Many remarkable instances of their patience under this kind of fatigue, were mentioned to me.

One of them, which happened the year of our arrival, is well authenticated, and will also tend to show very great attachment and endurance in the female sex.

As the Hawaiian schooner Kiola, commanded by an American
Page 45

named Thompson, who was married to Kaiha, a female chief, was going to Hawaii, having on board many passengers, on getting into the straits between Maui and Hawaii the schooner foundered, and all on board, forty-five in number, were obliged to take to swimming for safety.
Thompson could swim but little, but his wife was quite expert in the art; she promptly came to his aid, placed him on an oar, and swam for the shore.
The accident occurred on Sunday about noon, when she with many others began to swim for the nearest land, which was Kahoolawe.
She continued to support her husband until Monday morning, when he died from exhaustion, and she did not succeed in reaching the shore until that afternoon.
She clung to him to the last, at the imminent risk of her own life, and was thirty hours in the water; she was met by some fishermen on landing, who took charge of, and brought her back to Maui.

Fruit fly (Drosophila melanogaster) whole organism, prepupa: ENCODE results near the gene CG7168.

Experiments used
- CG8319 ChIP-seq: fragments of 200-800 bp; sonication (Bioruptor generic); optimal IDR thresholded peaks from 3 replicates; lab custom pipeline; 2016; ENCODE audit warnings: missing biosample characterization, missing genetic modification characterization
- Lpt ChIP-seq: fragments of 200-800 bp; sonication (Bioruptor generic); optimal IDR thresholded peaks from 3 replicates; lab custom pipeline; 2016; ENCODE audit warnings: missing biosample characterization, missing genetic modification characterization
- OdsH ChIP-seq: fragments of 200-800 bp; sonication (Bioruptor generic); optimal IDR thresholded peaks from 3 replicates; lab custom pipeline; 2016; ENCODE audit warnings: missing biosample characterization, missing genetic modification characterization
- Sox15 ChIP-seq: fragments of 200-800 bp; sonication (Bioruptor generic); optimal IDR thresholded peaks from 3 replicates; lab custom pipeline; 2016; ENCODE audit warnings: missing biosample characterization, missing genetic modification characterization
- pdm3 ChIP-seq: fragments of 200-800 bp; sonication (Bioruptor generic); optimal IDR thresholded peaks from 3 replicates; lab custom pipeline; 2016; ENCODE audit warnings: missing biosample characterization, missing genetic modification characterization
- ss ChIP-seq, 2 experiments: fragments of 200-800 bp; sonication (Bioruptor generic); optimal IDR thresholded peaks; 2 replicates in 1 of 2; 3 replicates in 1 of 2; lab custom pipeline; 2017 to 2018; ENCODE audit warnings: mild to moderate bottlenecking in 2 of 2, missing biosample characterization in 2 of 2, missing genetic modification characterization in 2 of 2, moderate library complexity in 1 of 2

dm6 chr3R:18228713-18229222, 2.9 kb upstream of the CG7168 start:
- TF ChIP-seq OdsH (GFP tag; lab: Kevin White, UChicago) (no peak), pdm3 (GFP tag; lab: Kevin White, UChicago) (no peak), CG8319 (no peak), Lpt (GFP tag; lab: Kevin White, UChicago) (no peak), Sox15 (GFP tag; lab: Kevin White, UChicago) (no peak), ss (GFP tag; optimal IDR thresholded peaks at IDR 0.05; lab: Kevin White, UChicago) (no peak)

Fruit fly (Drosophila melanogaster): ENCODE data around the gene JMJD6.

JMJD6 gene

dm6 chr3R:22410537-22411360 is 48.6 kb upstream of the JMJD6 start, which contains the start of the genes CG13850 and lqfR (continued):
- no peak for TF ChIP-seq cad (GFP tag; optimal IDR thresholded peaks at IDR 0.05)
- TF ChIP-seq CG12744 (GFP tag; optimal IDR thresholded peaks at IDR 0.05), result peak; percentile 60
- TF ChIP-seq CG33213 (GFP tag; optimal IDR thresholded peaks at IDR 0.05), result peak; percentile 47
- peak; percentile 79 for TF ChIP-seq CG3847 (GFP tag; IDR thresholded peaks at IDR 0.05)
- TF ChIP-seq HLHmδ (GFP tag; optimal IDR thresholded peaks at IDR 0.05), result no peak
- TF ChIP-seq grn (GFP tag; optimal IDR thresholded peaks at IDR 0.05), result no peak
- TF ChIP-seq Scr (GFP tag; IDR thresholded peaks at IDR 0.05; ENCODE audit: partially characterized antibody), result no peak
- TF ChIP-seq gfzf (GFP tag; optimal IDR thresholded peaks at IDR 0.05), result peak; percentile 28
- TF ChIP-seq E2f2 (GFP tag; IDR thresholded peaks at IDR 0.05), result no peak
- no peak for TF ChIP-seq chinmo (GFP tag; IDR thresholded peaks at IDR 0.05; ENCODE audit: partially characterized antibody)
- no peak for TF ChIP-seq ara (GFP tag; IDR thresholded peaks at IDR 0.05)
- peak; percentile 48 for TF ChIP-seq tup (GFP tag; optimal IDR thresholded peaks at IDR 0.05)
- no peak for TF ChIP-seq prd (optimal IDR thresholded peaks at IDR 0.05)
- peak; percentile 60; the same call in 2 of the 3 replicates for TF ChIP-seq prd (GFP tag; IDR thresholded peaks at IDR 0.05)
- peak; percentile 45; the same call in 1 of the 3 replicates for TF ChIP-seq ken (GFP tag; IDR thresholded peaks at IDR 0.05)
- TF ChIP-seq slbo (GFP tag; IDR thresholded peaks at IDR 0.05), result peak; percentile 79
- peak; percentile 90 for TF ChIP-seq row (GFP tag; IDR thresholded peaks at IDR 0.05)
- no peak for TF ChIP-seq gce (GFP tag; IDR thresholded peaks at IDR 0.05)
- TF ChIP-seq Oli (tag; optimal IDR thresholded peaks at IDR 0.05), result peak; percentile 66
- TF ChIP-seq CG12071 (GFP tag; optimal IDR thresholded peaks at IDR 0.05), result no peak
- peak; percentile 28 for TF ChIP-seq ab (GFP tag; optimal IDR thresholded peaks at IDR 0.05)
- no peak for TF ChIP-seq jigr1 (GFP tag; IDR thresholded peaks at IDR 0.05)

Page 46
Having little motive for industry, they expend their physical energies in various athletic sports.
A favourite amusement of the chiefs was sliding down hill on a long narrow sled: this was called holua; it was not unlike our boys' play, when we have snow.
The sled was made to slide on one runner, and the chiefs prostrated themselves on it.
For this sport they had a trench dug from the top of a steep hill and down its sides, to a great distance over the adjoining plain.
This being made quite smooth, and having dry grass laid on it, they were precipitated with great velocity down it, and, it is said, were frequently carried a half, and sometimes a whole mile.
Diamond Hill and the plain of Waikiki was one of these localities for this pastime.

Playing in the surf was another of their amusements, and is still much practised.
It is a beautiful sight to see them coming in on the top of a heavy roller, borne along with increasing rapidity until they suddenly disappear.
What we should look upon as the most dangerous surf, is that they most delight in.
The surf-board which they use
Page 47
is about six feet in length and eighteen inches wide, made of some light wood.
After they have passed within the surf, they are seen buffeting the waves, to regain the outside, whence they again take their course, with almost the speed of an aerial flight.
They play for hours in this way, never seeming to tire; and the time to see a Hawaiian happy, is while he is gambolling and frolicking in the surf.
I have stood for hours watching their sport with great interest, and, I must say, with no little envy.